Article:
AC Yellowhead was bred in Saskatchewan at AAFC Research Centres, where it was found the variety was ideal in grass mixtures and under heavy grazing. In fact, the development of AC Yellowhead was preceded by grazing trials which showed the yellow blossomed alfalfa had the greatest persistence among wheat grasses and bluegrass compared to other purple-blossom varieties. Later trials from the University of Minnesota showed that AC Yellowhead performed well in the face of low precipitation, yielding 20% more than the next highest variety tested. This variety has also had a 1-2% higher protein content than other varieties of alfalfa. Nevertheless, AC Yellowhead has not yet been widely adopted.
The Saskatchewan Forage Council, as part of the Saskatchewan Ministry of Agriculture’s Agriculture Demonstration of Practices and Technologies (ADOPT) program, conducted a trial beginning in 2014 across the province to demonstrate AC Yellowhead alfalfa’s establishment, winter survival, and persistence in forage stands.
Demonstration plots were seeded in the summers of 2014 or 2015 near Lestock, Swift Current, Rosetown, and Smeaton. All four sites incorporated a brome grass (which differed only by location), with a comparison plot featuring the same type of brome grass, and a purple-blossomed alfalfa appropriate for that region.
The most successful establishment was located near Rosetown. Both varieties of AC Yellowhead alfalfa and purple-blossom alfalfa were well established. However, the AC Yellowhead variety yielded only 92% compared to its counterpart and was approximately six inches shorter during harvest, while appearing denser. The AC Yellowhead variety showed better crude protein and fiber value as well as slightly higher levels of calcium, phosphorus, and magnesium. The purple-blossom variety was higher in TDN and energy.
The Smeaton site, located at the Smeaton Community Pasture, had some difficultly in its establishment due to a late seeding date at the beginning of August, and broadcast seeding into a stand that had not been fully terminated. Elk then grazed in the winter of 2014-15, a critical time of establishment, which did not allow the root reserves to be re-established for winter survival. The purple-blossom alfalfa showed a higher plant count than AC Yellowhead alfalfa in 2015, and the AC Yellowhead alfalfa yielded only 60% of the purple-blossom variety. In the following 2016 year, the AC Yellowhead variety was leafier and denser, which increased yield to 156% of the purple-blossom variety.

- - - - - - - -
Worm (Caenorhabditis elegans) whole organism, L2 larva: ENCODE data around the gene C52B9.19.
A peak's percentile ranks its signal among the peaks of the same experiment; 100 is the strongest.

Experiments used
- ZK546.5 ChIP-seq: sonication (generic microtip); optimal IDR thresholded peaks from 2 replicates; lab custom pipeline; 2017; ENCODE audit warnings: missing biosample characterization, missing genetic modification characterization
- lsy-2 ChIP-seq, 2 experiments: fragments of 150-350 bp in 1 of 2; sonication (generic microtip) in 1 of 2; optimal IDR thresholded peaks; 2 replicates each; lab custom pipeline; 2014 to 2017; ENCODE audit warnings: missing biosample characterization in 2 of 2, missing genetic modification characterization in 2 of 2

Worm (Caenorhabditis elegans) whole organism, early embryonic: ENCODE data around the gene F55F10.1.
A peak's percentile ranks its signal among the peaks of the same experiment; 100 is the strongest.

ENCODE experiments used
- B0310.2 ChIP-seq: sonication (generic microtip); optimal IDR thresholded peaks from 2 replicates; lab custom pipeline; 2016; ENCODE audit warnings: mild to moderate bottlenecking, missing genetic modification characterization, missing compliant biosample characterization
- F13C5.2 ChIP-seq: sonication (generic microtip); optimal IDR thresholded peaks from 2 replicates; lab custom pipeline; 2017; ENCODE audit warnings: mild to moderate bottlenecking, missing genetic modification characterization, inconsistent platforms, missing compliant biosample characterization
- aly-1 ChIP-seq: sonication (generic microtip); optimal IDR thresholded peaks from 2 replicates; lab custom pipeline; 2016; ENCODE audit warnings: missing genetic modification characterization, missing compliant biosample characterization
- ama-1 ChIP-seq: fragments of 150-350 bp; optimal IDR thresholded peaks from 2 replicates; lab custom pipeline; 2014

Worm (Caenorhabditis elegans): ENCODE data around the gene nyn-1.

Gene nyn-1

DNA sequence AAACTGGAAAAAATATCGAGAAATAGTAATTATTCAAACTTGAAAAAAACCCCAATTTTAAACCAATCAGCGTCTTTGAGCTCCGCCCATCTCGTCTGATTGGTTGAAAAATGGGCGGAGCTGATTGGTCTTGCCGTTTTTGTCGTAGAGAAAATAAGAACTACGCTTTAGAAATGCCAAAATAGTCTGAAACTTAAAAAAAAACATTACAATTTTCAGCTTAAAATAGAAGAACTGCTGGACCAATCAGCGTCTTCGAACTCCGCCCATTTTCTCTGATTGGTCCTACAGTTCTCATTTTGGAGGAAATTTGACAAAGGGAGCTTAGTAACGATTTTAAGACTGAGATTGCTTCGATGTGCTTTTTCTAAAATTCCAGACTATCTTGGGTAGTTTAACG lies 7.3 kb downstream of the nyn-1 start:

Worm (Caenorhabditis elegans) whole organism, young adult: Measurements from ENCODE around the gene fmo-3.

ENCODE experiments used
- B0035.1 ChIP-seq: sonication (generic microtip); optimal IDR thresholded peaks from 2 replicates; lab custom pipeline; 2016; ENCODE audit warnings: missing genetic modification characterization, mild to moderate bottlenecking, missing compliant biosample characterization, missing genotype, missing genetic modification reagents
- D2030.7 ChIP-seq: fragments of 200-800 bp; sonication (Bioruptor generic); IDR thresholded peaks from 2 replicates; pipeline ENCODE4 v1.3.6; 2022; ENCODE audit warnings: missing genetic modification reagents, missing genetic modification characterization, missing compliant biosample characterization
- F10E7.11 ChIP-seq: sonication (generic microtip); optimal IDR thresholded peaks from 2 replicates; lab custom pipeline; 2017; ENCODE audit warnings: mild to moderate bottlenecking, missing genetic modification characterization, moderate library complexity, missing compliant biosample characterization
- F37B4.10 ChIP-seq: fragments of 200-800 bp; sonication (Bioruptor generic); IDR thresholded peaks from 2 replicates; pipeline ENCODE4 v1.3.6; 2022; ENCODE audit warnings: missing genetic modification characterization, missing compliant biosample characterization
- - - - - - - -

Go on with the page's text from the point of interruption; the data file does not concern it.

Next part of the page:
The Swift Current site did not have any alfalfa, whether the purple-blossom variety (Runner) or the AC Yellowhead variety due to a low seeding rate, very little rain in that year, and the marginal land it was planted upon.
The Lestock plot, located at the Ducks Unlimited Touchwood Hills Conservation Ranch, was not able to seed in 2014, the initial year, due to excessive moisture. In the following year, the purple-blossom variety appeared more vigorous, and was taller. The AC Yellowhead variety yeilded only 66% of the purple-blossom alfalfa variety, though they had a higher seeding rate. Alfalfa weevils also affected the stand which prompted the producer to cut the stand earlier than normally expected to prevent greater losses.
And the results are…
While we all hope to have precise results with information that can help producers improve pastures, plot trials are not always helpful, and don’t always occur during years with the best conditions. These plot demonstrations were affected by drought, insects, and uncontrollable grazing patterns – something all producers face. These results may not be similar to the AC Yellowhead already in pastures around the province due to these circumstances.
The four plots from across the province showed great differences in establishment due to circumstance and precipitation. Where this variety of alfalfa did establish itself, it was noted to be leafy but with smaller leaves, shorter, and finer. It also tended to mature later than purple-blossom varieties, and yielded less than the purple-blossom variety in all applicable locations except at the second year of the Smeaton site. AC Yellowhead might be better adapted to the Rosetown area, where it thrived compared to the purple-blossom variety. There was also no proof that this variety could better survive winter.
Read more about the full results here.
Do you grow AC Yellowhead?
Has AC Yellowhead persisted longer than purple-blossomed alfalfa in your stand? Have your cattle thrived with this variety? We would like to know how you have seen success, and why you’ve used this variety.
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